'function *' is not mandatory

Brendan Eich brendan at mozilla.com
Sat Aug 31 15:07:24 PDT 2013


Generators are a kind of factory function. When you call a generator, 
you get an iterator with a bit of extra protocol (.throw as well as .next).

No big deal, lots of API contracts are implemented by functions, you say 
-- why does this one deserve special head syntax. 'return' can be hard 
to spot, just as 'yield' could be hidden, in a large body -- and return 
of a certain-shaped object as part of an API contract could be even 
harder to discern.

In general, you have a point. Languages such as Scheme or Racket enable 
their users customize built-in syntax all the time to express contracts 
better, even with static syntactic checking using macros. Even 
macro-less languages may have decorators (CoffeeScript's syntax cleverly 
enables decorators "for free").

You might think of function* as decorator syntax. It's important, given 
the 'yield' backward compatibility issue, not to make the syntax too 
heavyweight. One character is as minimal as we can get.

But now I'm just shoring up the argument based on compatibility. You'll 
have to get Mark or someone else to help you understand their particular 
argument that the function head needs decoration to alert the reader to 
the possible (not required) presence of yield in the body.

Note also the empty-body basis case -- that's a good argument for 
function* independent from the backward-compatibility and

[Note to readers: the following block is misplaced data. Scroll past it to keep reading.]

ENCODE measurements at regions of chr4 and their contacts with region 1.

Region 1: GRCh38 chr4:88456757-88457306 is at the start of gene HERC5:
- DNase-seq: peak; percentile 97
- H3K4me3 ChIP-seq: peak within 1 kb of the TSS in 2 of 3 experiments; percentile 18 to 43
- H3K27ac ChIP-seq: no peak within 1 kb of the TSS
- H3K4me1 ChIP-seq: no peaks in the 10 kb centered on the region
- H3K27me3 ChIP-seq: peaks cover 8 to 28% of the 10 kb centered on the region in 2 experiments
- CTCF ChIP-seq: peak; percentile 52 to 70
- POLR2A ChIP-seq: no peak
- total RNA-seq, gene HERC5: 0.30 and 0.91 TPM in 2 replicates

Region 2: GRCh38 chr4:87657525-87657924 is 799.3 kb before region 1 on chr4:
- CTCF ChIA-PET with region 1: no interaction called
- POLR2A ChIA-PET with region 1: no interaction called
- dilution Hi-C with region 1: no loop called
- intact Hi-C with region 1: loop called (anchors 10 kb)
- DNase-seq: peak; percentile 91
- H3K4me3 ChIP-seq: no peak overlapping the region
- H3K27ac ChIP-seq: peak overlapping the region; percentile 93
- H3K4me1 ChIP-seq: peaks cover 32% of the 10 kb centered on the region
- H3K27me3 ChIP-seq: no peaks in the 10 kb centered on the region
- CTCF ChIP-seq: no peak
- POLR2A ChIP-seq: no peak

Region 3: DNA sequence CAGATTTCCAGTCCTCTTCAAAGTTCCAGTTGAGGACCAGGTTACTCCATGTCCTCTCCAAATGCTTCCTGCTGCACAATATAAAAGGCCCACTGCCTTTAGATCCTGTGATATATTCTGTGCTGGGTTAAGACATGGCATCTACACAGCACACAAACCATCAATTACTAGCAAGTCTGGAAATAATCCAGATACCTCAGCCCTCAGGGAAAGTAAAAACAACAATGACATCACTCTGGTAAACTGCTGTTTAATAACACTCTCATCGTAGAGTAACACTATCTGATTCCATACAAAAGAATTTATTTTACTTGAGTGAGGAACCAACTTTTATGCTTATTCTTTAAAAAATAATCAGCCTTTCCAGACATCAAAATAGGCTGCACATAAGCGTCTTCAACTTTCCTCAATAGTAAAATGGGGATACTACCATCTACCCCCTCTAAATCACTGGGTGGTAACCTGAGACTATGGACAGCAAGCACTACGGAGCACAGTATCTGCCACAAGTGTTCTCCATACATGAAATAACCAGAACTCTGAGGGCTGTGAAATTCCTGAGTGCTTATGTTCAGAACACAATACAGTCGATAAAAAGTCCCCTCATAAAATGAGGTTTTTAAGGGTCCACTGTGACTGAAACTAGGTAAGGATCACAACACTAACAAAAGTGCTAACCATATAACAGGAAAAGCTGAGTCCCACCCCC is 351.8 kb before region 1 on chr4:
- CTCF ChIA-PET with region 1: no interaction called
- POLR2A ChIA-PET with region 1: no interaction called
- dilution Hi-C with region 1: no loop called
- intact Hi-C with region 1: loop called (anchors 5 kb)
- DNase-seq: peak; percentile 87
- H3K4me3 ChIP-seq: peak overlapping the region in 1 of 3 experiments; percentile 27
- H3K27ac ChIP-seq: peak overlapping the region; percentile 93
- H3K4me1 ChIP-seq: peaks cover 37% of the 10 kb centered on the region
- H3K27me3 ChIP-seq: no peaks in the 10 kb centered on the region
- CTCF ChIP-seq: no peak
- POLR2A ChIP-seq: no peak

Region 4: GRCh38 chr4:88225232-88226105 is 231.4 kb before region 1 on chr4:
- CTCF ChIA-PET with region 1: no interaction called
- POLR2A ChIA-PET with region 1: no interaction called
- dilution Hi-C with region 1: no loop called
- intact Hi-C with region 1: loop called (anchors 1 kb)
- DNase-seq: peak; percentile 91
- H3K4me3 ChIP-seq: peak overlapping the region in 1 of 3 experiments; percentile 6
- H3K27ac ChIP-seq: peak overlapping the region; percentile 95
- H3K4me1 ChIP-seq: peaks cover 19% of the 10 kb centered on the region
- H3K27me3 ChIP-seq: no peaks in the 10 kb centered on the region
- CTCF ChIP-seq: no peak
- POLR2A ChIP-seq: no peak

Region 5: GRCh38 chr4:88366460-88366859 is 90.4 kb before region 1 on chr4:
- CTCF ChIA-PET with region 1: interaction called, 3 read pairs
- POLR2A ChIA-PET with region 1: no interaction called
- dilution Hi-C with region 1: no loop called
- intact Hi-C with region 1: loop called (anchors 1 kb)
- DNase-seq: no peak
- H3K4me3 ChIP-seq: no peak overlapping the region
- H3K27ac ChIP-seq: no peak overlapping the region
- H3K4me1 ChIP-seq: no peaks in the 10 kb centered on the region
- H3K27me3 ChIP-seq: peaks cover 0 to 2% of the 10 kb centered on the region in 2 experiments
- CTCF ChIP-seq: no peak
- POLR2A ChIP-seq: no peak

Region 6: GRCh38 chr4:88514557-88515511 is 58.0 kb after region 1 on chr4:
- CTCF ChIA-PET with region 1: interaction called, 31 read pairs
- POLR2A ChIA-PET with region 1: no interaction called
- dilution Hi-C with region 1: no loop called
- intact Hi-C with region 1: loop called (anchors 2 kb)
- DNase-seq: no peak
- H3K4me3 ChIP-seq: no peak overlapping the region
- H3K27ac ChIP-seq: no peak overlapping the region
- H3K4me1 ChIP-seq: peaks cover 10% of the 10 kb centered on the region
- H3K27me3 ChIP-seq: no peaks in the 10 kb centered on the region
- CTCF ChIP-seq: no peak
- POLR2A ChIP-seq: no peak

good-for-readers arguments.

/be

> Yuichi Nishiwaki <mailto:yuichi.nishiwaki at gmail.com>
> August 31, 2013 2:12 PM
> I get the point. Indeed. Modes are a kind of magic...
>
> Regarding the secondary reason:
> I don't understand the "difference" well, could you explain in detail?
> You know, all other languages that are dynamically typed and have
> generators, such as python, lua, and even JavaScript 1.8 don't
> distinguish two kinds of the functions.
> I guess this directly means that there isn't something different as
> you said (because they all have more or less made successful).
> And in my personal view, yield is something that can be generalized
> together with return, like
>
> - return: discards the succeeding partial continuation there
> - yield: preserve the succeeding partial continuation there
>
> It is very clear in a sense, I believe. So my guess is that the
> strangeness yields have is a mater of getting used to, and that it is
> much more natural to treat two of them as a same thing.
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> Mark S. Miller <mailto:erights at google.com>
> August 31, 2013 1:33 PM
> On Sat, Aug 31, 2013 at 1:14 PM, Yuichi Nishiwaki 
> <yuichi.nishiwaki at gmail.com <mailto:yuichi.nishiwaki at gmail.com>> wrote:
>
>     OK, right. I understand my first propose does not work. :-|
>     So one more question is how about making '*' optional in strict mode?